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Tax update: What to expect in 2021 and beyond Thumbnail

Tax update: What to expect in 2021 and beyond

If you're confused about the current tax situation, you're not alone. When the Tax Cuts and Jobs Act (TCJA) went into effect in 2018, it was supposed to lower taxes for everyone and simplify tax filing. Do you remember the promise of a tax return on a postcard? Instead, the IRS added Schedules 1, 2, and 3 in addition to the hundreds of new and existing specialized tax schedules. The SECURE Act of 2019 followed and disrupted—uh, I mean “improved”—the way Americans save for retirement. In 2020 Congress' COVID response introduced an alphabet soup of relief packages, including the CARES Act of 2020, which added PPP loans, EIDL advances, and the PUA program to the mix, waived 2020 retirement distributions, expanded 401(k) loans, and much, much more. As I write, all eyes are on Congress as they consider yet another stimulus bill. 

On the heels of massive change, the Biden administration heads to the White House on January 20, 2021. This week I attended two days of professional education to update advisors on changes to Federal and California state taxes. The session covered all the above tax legislation and discussed how Biden's campaign plan might translate into future legislation. My mission was to understand the changes and devise strategies to help my clients prepare for what's ahead. Here were my key takeaways:

  • Tax rates will (probably) go up.
    At the moment, tax rates are the lowest they have been in history. With a new administration soon to enter the White House, that is almost certain to change. Candidate Biden's tax plan proposed raising taxes on those with income above $400,000. He wanted to increase the top marginal rate from the current maximum of 37% to 39.6%. At least in theory, if you have an AGI over $523,600 for single filers or over $628,300 if married/filing jointly, you may be affected by the higher rate. And if you’re wondering if that $400,000 applies to individuals or to a household, no one knows—yet. What will President-elect Biden propose? That, too, remains to be seen. Regardless, any proposal requires Congressional approval, and that probably won't be a slam-dunk unless democrats end up controlling both houses of Congress—which seems unlikely.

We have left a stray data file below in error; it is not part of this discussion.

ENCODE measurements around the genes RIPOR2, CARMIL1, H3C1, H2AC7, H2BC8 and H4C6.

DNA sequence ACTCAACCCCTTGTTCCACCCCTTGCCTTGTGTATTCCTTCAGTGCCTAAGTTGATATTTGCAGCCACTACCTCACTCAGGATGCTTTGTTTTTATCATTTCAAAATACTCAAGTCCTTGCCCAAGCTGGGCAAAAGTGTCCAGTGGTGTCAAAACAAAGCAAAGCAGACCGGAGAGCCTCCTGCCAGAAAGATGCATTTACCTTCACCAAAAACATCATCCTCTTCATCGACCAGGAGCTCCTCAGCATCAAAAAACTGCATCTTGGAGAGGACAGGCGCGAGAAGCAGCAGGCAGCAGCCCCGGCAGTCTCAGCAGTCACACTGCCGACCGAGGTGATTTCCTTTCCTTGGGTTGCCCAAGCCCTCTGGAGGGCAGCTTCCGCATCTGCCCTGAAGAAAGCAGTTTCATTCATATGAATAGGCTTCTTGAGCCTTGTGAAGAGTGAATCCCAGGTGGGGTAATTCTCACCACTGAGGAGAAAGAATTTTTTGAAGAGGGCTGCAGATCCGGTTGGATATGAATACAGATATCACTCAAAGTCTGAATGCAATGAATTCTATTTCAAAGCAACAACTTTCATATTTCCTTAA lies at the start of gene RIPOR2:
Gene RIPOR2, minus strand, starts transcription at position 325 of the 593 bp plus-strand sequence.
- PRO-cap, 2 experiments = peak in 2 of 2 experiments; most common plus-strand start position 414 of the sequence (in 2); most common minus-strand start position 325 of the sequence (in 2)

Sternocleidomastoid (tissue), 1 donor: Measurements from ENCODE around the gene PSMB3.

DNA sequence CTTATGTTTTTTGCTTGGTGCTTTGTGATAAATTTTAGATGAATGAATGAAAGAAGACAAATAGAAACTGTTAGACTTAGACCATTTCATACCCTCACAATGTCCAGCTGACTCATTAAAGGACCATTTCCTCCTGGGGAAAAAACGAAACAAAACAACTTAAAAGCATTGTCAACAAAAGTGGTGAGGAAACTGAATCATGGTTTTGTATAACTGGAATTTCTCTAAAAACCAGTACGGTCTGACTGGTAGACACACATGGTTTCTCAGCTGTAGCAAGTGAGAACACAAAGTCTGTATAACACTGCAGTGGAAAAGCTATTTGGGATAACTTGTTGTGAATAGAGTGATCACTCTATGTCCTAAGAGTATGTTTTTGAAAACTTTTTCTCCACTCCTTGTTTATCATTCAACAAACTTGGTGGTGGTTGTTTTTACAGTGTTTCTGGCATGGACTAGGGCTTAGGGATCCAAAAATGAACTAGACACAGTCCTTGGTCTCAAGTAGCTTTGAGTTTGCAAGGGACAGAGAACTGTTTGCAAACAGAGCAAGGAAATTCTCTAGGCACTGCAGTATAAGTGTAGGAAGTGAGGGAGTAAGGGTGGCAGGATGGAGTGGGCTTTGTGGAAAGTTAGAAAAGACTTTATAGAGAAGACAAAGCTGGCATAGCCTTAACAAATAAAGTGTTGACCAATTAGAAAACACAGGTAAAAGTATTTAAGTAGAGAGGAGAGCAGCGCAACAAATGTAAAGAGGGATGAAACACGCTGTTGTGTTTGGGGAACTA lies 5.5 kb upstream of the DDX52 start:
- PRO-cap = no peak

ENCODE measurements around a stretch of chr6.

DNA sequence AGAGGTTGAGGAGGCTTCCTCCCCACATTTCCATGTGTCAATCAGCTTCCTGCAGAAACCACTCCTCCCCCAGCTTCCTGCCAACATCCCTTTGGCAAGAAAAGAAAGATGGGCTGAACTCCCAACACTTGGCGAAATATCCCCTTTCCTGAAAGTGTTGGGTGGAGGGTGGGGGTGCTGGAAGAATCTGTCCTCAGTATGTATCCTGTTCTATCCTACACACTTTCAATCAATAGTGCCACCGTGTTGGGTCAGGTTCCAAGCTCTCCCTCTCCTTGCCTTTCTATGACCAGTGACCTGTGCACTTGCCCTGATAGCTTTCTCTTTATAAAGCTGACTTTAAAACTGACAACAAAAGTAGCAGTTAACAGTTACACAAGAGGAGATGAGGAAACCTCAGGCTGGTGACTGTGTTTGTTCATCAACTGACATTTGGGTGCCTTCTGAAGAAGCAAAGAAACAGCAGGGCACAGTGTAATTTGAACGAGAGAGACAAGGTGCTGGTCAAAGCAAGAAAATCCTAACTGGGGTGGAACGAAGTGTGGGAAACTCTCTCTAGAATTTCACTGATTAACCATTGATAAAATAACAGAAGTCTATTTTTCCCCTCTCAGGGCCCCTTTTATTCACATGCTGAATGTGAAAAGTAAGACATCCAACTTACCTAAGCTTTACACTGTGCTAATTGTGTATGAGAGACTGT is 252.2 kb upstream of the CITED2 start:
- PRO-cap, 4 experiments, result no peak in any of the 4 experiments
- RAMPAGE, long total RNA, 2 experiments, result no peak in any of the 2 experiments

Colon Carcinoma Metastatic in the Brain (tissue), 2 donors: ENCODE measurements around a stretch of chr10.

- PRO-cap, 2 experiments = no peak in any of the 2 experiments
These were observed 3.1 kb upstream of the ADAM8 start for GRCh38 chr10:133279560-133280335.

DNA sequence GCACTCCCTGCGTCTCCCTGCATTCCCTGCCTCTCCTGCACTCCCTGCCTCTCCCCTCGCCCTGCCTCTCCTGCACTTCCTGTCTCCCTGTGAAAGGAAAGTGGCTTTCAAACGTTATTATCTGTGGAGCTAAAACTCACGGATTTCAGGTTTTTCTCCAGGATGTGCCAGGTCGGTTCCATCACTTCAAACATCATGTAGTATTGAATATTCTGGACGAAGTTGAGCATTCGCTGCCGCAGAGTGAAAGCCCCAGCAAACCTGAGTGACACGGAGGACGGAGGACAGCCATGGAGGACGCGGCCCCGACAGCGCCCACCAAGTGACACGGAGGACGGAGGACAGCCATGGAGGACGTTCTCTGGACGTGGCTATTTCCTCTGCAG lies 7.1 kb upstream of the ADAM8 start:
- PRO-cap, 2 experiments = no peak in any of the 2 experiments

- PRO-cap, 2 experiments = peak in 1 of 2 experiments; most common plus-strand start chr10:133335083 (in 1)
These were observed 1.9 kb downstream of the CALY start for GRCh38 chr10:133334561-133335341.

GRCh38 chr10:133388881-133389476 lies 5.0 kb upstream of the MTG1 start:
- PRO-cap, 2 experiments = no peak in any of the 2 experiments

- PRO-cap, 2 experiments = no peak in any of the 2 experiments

• Unemployment recipients may be in for a surprise.
    Unemployment income is federally taxable but state-tax-free. During the pandemic, unemployed workers received regular unemployment, plus bonus payments of $600/week provided by the CARES Act. While tax was withheld from regular unemployment, no tax was withheld from the CARES bonus payments. That means those who received unemployment benefits may have an unwelcome surprise when they owe additional taxes. It will be even worse if they are still unemployed. If you received unemployment benefits this year, consider prepaying those taxes now to avoid a potential penalty or, at the very least, calculate what you owe and set that money aside so you’re prepared when the bill comes due.
  • The step-up in basis on inherited assets may be eliminated.
    This was another hot topic during the presidential debates leading up to the 2020 election, but it's not a new conversation. The Biden tax plan (at least as it was presented during the campaign) calls for the repeal of the stepped-up basis on assets at death. This means that at the time of an individual's death, the beneficiaries pay capital gains taxes if they sell the asset. I think eliminating the step-up is a challenging change, if for no other reason than how difficult it would be to calculate the basis of certain assets; for example, how do you calculate the basis of the house your mom lives in… the one she inherited from your grandma ages ago? Strategies to deal with this include lifetime gifts to heirs, donating appreciated securities, realizing gains and refreshing basis, and more.